Right after the final version of the Recommendations 01/2020 was issued, we (including myself) started to believe that now, here we will live the life!
A reference to inability to rely on “subjective factors such as the likelihood of public authorities’ access to your data” is gone, data exporters may now assess how the laws are applied in practice, and even previous importer’s experience.
In fact, it may appear nothing more but just starting euphoria. Let’s be honest, we were happy because we understood: in the majority of cases the legislation of a third country will end up in the cohort of “problematic legislation” (para 43.3).
Okay, para 43.3 says that “you may decide to proceed with the transfer without being required to implement supplementary measures, if you consider that you have no reason to believe that relevant and problematic legislation will be applied, in practice, to your transferred data and/or importer”. That’s the exit, isn’t it? Let’s find some practice that “problematic legislation” does not apply to our transfer, and no need to think of supplementary measures. Everyone’s happy.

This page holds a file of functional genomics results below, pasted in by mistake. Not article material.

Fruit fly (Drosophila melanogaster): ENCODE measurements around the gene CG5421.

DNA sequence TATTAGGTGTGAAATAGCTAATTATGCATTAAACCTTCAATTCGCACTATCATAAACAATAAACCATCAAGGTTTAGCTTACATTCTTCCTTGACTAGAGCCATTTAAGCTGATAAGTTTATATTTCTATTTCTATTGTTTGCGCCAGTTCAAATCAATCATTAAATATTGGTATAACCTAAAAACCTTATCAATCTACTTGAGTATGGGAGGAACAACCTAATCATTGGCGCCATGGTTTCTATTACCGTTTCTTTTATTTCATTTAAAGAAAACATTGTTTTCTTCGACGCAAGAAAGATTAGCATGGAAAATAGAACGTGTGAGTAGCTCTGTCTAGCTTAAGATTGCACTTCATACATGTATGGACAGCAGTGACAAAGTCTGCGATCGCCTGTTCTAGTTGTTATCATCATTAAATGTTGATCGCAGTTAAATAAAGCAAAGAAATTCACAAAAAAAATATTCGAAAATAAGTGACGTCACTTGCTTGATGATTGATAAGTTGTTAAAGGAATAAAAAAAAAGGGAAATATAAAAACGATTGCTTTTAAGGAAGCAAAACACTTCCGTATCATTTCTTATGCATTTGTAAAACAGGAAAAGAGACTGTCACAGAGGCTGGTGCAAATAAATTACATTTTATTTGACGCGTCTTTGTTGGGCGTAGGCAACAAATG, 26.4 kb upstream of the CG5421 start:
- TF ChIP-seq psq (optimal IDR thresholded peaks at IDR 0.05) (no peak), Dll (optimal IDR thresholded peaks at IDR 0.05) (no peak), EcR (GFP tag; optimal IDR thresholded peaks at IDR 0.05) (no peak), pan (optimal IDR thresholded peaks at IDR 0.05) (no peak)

Not really. EDPB provides significant requirement to “sources of information” confirming our conclusions.
Non-exhaustive list of them is contained in Annex 3 (various reports from various credible organisations, warrants from other entities…), they must be “relevant, objective, reliable, verifiable and publicly available or otherwise accessible” (para 46). “Documented practical experience of the importer with relevant prior instances of requests” alone cannot be relied on (para 47).
The question here is: do you know a third country with “problematic legislation” but at the same time with “relevant, objective, reliable, verifiable and publicly available or otherwise accessible” practice confirming that there is not really a problem for the transferred data?
In any event, it is clear: supplementary measures are here to stay.